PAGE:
A poll found Republican challenger John James is in a dead heat with incumbent Sen. Gary Peters (D) in Michigan, with James closing a 10-point gap in just months.
The New York Times reported James was down double digits in June, 41 percent to 31 percent.
That gap has now narrowed to one point, 43 percent to 42 percent, according to the Times/Siena survey.
Via the Times:
The relatively high number of undecided voters reflects the relatively low profile of the two candidates. Around 20 percent of voters do not have an opinion on either of them. Mr. James’s favorability ratings have increased to 45 percent favorable versus 35 percent unfavorable, up from 36 percent favorable and 29 percent unfavorable in the June survey. Part of Mr. Peters’s weakness is that he has thus far failed to match Mr. Biden’s tallies among nonwhite voters, who disproportionately remain undecided. It remains to be seen whether Mr. James, who is Black, will ultimately make significant inroads among these voters.
Breitbart News reported a group affiliated with Senate Minority Leader Chuck Schumer, the Senate Majority PAC, spent “$5.4 million in one week — this is the most money they are spending on any Democrat in the entire nation,” according to Stu Sandler, the campaign’s general consultant.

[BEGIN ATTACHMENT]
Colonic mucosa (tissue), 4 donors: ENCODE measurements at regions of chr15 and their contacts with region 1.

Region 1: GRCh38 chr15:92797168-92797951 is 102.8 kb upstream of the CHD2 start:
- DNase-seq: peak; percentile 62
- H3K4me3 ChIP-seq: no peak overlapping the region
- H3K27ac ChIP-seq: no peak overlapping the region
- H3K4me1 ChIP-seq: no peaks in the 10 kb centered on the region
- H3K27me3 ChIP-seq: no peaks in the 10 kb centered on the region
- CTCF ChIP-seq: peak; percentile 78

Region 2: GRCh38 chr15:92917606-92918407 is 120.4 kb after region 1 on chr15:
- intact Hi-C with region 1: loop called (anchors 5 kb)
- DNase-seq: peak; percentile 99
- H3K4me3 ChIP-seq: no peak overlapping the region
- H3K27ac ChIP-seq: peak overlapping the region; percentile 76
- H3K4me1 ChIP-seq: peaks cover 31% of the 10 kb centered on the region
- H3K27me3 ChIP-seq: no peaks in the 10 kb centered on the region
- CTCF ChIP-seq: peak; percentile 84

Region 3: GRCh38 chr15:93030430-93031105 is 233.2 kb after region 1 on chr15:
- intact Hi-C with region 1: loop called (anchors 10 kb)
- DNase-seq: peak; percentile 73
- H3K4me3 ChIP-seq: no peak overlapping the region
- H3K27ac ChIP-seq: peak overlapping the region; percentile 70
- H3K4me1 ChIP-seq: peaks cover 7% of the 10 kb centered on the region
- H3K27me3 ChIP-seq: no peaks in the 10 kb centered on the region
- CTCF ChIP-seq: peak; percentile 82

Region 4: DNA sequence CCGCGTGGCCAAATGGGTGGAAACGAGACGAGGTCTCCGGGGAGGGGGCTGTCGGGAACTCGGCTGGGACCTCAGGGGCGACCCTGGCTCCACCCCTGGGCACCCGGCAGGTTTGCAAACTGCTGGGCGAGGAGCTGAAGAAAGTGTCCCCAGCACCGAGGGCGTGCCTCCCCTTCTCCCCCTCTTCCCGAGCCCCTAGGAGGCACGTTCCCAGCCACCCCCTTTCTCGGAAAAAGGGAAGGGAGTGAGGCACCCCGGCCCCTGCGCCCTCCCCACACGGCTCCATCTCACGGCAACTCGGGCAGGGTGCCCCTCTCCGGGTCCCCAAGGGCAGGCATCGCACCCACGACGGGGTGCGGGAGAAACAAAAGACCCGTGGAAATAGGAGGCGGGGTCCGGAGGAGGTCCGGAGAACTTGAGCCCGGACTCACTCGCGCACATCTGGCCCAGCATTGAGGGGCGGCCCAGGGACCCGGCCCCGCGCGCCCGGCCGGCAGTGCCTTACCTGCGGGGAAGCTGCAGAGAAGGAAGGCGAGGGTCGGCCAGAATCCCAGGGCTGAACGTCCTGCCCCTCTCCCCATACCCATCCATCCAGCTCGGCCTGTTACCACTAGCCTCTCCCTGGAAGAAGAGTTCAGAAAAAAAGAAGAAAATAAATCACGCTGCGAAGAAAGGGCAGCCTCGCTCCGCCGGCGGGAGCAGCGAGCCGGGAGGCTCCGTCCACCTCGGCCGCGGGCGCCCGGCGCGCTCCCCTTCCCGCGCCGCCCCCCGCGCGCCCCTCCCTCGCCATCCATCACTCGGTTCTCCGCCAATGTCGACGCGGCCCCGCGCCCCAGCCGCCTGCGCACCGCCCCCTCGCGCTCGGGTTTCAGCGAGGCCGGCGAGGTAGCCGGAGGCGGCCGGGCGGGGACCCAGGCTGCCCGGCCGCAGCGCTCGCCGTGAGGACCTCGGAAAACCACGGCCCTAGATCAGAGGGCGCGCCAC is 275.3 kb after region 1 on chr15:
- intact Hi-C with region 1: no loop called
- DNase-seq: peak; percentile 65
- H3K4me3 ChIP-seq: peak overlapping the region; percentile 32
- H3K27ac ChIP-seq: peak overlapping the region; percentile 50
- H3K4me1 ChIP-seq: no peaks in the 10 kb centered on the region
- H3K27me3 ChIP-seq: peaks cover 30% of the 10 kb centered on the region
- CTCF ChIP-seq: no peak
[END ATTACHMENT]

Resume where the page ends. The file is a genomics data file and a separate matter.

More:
“The astounding sum that the Senate Majority PAC is spending shows how close John James is to winning the US Senate seat in Michigan,” Sandler continued.
“Schumer and the Democrats are in sheer panic that the $35 million that they have spent against John James over the past year still has John James within striking distance of winning the Senate race,” the memo said.
A Trafalgar Group poll from late September found James with a 0.1 percent lead over Peters:
Our new @trafalgar_group #2020Election #MISen #BattlegroundState #poll conducted Sept 23-25 shows James leading by an inch:
3.7% Und. See Report: https://t.co/dOMj9XI3hB pic.twitter.com/YHju22G0vZ
— Robert C. Cahaly (@RobertCahaly) September 28, 2020
The survey found James with the support of 47.3 percent of likely voters and Peters at 47.2 percent. Just 3.7 percent were undecided.
Michigan’s Senate seat is one Republicans hope they can pick up to protect their majority. The other is in Alabama, where a poll from early October indicated Republican challenger Tommy Tuberville lead Democrat incumbent Sen. Doug Jones by 12 points, 54 percent to 42 percent.
Author: Kyle Olson